Designers are selling children short, with parks and open spaces devoid of fun and facilities for kids, according to a charity that has conducted a survey revealing some shocking statistics about child safety. The Children’s Society called on designers to increase their focus on children’s needs and urged the Government to be more vocal in its support of gardens. “Crime is on the decrease and abduction levels are no higher, but our society has generated a culture of fear,” said chief executive Bob Reitemeier. “The Good Childhood Inquiry revealed that in 1970 a typical nine-year-old girl was allowed to wander on average 840m from her front door, whereas today’s parents are unlikely to let her stray further than the garden gate. Furthermore, 80 per cent of primary-school kids walked to school in 1970 compared to more than 10 per cent today. “Changing the culture means putting a lot more focus on how we design our spaces. When designing an estate, park or city centre we don’t give anywhere near enough attention to how children will fit in,” said Reitemeier. He added: “Government and local authorities need to do more to promote gardens because they encourage unstructured play. Part of growing up is being able to explore without activity sheets, and getting out in the fields and gardens gives children that freedom.” * Download details on the Good Childhood Inquiry are available at www.goodchildhood.org.uk.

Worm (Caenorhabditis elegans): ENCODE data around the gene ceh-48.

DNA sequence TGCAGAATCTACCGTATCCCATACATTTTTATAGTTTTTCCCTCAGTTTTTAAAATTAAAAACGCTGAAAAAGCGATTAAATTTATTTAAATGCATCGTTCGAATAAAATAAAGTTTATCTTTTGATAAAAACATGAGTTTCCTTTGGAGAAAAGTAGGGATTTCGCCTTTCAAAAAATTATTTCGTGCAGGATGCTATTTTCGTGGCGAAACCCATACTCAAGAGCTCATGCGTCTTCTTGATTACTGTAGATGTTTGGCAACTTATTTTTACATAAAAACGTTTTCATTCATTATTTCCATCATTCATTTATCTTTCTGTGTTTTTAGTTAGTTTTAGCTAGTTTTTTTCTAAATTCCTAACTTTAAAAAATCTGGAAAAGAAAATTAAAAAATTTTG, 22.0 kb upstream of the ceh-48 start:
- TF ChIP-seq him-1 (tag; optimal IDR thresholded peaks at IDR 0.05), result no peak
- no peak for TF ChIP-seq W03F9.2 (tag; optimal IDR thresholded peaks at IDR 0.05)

Essential information for the horticulture community.
- Expert guidance, business intelligence, analysis & trends.
- Take your 14 day free trial today.